Adweek

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Adweek
Executive editor James Cooper
Categories Global advertising
Frequency Weekly, with multiple editions
First issue 1978
Company Prometheus Global Media
Country United States
Language English
Website www.adweek.com
ISSN 0199-2864

Adweek (or Ad Week) is a weekly American advertising trade publication that was first published in 1978.[1] Adweek covers creativity, client–agency relationships, global advertising, accounts in review, and new campaigns. During this time, it has covered several notable shifts, including cable television, the shift away from commission-based agency fees, and the Internet. Adweek is currently owned by the Mediabistro Holdings subsidiary of Prometheus Global Media.[2]

As the second-largest advertising-trade publication,[3] its main competitor, is Advertising Age.[4] Adweek also operates various blogs focusing on the advertising and mass media industry, including its flagship AdFreak blog, and the Adweek Blog Network, which was formed from the assets of Mediabistro.

Related publications include Adweek Magazine's Technology Marketing (ISSN 1536-2272), and Adweek's Marketing Week (ISSN 0892-8274).[1]

History[edit]

In 1990, Affiliated Publications Inc., which publishes The Boston Globe, agreed to acquire 80 percent of the outstanding common stock of A/S/M Communications Inc., which published Adweek.[5] The magazine stabilized in the 1990s.[6]

In April 2008, Adweek's editor of ten years Alison Fahey was promoted to publisher and editorial director. She was replaced as editor by Mike Chapman, formerly of the Economist Intelligence Unit and eMarketer.[7]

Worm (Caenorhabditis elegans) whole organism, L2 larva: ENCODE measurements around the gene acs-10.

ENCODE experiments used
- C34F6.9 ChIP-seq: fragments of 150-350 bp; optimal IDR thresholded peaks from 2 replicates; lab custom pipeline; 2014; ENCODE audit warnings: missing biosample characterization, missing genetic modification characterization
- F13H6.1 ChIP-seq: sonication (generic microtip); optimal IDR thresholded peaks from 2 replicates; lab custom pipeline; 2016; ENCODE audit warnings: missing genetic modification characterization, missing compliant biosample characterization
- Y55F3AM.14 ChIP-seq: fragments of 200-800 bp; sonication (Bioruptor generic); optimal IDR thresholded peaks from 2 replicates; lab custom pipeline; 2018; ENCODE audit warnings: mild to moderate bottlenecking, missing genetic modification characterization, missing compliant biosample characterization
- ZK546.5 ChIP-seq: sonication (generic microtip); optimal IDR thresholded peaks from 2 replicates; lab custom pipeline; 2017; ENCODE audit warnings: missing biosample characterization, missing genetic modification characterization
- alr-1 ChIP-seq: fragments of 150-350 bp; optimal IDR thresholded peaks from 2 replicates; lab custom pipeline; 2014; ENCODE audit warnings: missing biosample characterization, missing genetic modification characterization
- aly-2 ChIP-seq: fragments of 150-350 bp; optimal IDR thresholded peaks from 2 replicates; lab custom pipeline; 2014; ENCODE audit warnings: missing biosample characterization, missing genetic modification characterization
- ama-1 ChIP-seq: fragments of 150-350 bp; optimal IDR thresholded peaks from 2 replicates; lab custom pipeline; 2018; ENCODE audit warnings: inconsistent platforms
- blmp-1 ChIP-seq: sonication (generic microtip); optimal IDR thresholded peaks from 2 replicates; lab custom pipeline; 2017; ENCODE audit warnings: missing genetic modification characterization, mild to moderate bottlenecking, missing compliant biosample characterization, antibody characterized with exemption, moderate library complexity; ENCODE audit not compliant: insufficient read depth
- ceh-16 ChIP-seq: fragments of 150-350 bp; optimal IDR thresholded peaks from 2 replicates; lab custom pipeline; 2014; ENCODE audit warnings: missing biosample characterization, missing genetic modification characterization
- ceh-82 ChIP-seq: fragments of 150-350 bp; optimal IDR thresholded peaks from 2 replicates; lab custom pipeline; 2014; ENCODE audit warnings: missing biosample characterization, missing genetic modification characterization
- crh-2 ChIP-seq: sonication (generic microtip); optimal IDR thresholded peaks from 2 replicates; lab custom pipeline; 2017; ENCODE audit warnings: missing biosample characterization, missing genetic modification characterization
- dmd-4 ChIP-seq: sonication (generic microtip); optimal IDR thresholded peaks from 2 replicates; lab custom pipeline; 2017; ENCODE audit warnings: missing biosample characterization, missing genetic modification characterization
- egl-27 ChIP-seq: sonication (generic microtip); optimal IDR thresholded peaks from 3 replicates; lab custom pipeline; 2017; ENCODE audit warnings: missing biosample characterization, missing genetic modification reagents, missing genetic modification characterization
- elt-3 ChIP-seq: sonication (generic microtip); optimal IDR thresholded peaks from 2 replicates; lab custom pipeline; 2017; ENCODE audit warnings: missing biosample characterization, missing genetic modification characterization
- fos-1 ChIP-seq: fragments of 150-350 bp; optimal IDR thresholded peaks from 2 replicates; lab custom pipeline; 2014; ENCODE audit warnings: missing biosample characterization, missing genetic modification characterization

Blog network[edit]

On January 15, 2015, following the acquisition of their previous parent, Mediabistro, by Prometheus Global Media, Adweek formed the "Adweek Blog Network"—which consists of several B2B blogs focusing on aspects of the mass media industry. They include AgencySpy, which focuses on advertising agencies, Fishbowl DC, a blog focusing on politics and the media, Fishbowl NY, which focuses on New York City media, Galley Cat, which focuses on publishing, LostRemote, which focuses on social television, PRNewser, which focuses on public relations, SocialTimes, and TVSpy, which focuses on local television. While they operate alongside it, the blog network will be kept separate from Adweek '​s main blog AdFreak.[2]

The most notable member of the blog network is TVNewser, which focuses on the American news media and broadcast industry. The site was founded as CableNewser by former Towson University student Brian Stelter in January 2004, who maintained the site until joining The New York Times as a media reporter in July 2007.[8] The site's Managing Editor is currently former MSNBC producer Chris Ariens. Editor Kevin Allocca was hired in July 2009, and Alissa Krinsky serves as a contributor to the site. TVNewser is highly-read within the broadcasting industry: The New York Times characterized the site as being "read religiously by network presidents, media executives, producers and publicists ... because it provides a quick snapshot of the industry on any given day."[9] NBC News anchor Brian Williams described the blog as "the closest thing to the bible of what's going on in [the news broadcasting] industry". CNN's Miles O'Brien felt that the site "makes me feel like I'm in the middle of a cocktail party of all people who know what's going on in my business." Both MSNBC's Dan Abrams and CNN's Jeff Greenfield have lauded the site for being good at separating fact from fiction.[9]

See also[edit]

References[edit]

  1. ^ a b "journalfinder.wtcox-4 Subject Search Results - Journal Finder".
  2. ^ a b "9 Popular Sites Become Core of New Adweek Blog Network". Adweek. Retrieved 16 January 2015. 
  3. ^ Elliott, Stuart, "Adweek Plans Overhaul as a Sign It Is Alive and Well", The New York Times, 12 September 1991.
  4. ^ Stevenson, Richard W., "The Battle of Two Advertising Magazines", The New York Times, 14 October 1985.
  5. ^ "Adweek Parent Acquisition Set", The New York Times
  6. ^ Elliott, Stuart, "Adweek magazine is commemorating its 20th anniversary with a record 232-page special issue", The New York Times, 10 November 1998.
  7. ^ "Fahey Rises at Adweek". Adweek. 22 April 2008. 
  8. ^ mediabistro.com: TVNewser
  9. ^ a b Bosman, Julie. "The Kid With All the News About the TV News". The New York Times. Retrieved 2006-10-22. 

External links[edit]